The intricately structured screenplay by novelist Guillermo Arriaga keeps reverting, ever more intimately and horrifically, to that crash, not merely showing it as the major figures in three intertwined stories experience it but also letting us see their lives prior to and after the disaster that radically reshapes their fates. Inarritu, 37, who has made hundreds of TV commercials in Mexico City, consciously intends his movie to be a portrait of his "dangerous, beautiful" hometown. The film is muy espanol, a portrait that blends harsh realism with a curious tenderness. It is also muy Bunuel, but without his conscious surrealism and with a fierce, cinematic energy that is uniquely Inarritu's.
He sums up his film this way: "It doesn't make any difference if you are rich or poor, handsome or ugly; we are all very vulnerable, very fragile. Look at Princess Di ..." That sense that even hair-trigger lives, always poised on the edge of self-destructive lunacy, deserve to be sympathetically understood is Amores Perros' redeeming grace. It is what separates its sudden, apparently motiveless episodes of violence from the kind of standard-issue "frivolous entertainment violence" that Inarritu volubly deplores. It also helps explain the film's enigmatic title, which translates roughly as "Love Is Like a Dog."
The precipitator of the accident, Octavio (Gael Garcia Bernal), is an angel-faced punk who's successfully fighting Cofi, the family dog, in illegal arenas and using the winnings to tempt his brother's pregnant wife into running off with him. Then there's the supermodel Valeria (Goya Toledo), whose smart car and lithe body he almost totals just minutes after she has moved in with her latest lover. Finally, there's the witness, El Chivo (Emilio Echevarria), who has been a college professor and a guerrilla leader, and is now a street person with a cynical sideline as a killer for hire.
Their stories don't relate narratively; they just glance off one another. But they do relate emotionally, "conceptually." As Inarritu says, "It's very simple: you get to know people through their dogs." Take Octavio. His relationship with Cofi is amiable but casual--until a rival handler shoots the dog, whereupon the frenzied Octavio stabs the would-be killer and rushes into his near fatal accident, as maddened by the threat to Cofi as he is by his lover's hesitations and ambiguities.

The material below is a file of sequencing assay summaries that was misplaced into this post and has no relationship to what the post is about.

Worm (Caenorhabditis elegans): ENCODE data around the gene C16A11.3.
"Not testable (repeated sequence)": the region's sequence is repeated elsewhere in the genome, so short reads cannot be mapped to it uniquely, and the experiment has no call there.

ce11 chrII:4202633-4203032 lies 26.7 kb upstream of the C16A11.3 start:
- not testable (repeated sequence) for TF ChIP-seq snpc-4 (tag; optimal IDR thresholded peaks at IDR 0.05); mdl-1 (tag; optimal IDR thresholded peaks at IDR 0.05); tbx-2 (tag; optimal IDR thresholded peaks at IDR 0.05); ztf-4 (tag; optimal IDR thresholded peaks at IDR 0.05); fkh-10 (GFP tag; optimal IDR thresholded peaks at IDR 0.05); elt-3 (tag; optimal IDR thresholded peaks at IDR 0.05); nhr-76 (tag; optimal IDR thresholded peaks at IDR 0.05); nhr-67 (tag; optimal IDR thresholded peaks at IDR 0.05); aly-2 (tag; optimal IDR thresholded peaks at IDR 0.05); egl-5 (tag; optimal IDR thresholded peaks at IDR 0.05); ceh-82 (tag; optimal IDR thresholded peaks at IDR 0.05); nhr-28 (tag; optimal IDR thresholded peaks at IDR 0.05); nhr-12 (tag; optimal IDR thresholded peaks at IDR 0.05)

Take Valeria. She's as fluffy and self-absorbed as her tiny dog Richie. She cannot endure the pain, loneliness and loss that follow the accident. He becomes similarly needy as a result of a mishap that is, at first, more comic than desperate. Their story ends with her staring silently out the window at the blank wall that once held her picture, 10 stories tall, while he snoozes on her lap.
Take El Chivo. His only visible virtue is rescuing stray dogs. Shambling past as the accident happens, he scoops up what cash he can find on the victims and scoops up the grievously wounded Cofi too, adding him to his little menagerie. When the dog, reverting to instinct, kills all El Chivo's other strays, he faces extinction himself.
Except that, unlike Octavio and Valeria, El Chivo is shrewd enough to recognize something of himself in the killer dog, and to begin to make peace with his haunted past. It may be too late for any full-scale reconciliations, but his is the only hopeful story Inarritu tells, the one that catches this aspect of his belief: "We lose our innocence, our looks, our loves, finally life itself. We are what we lose."
Inarritu is, for the moment, however, a winner. His film has won prizes at the world's film festivals and an Oscar nomination as Best Foreign Film, making him the hottest property in a film industry ever in the shadow of the giant to the north. He has to wonder if he can maintain his singularity. On the other hand, his debut film is as fine--hard, soft, approachable--as any in movie history. Don't bet against him. And don't miss Amores Perros.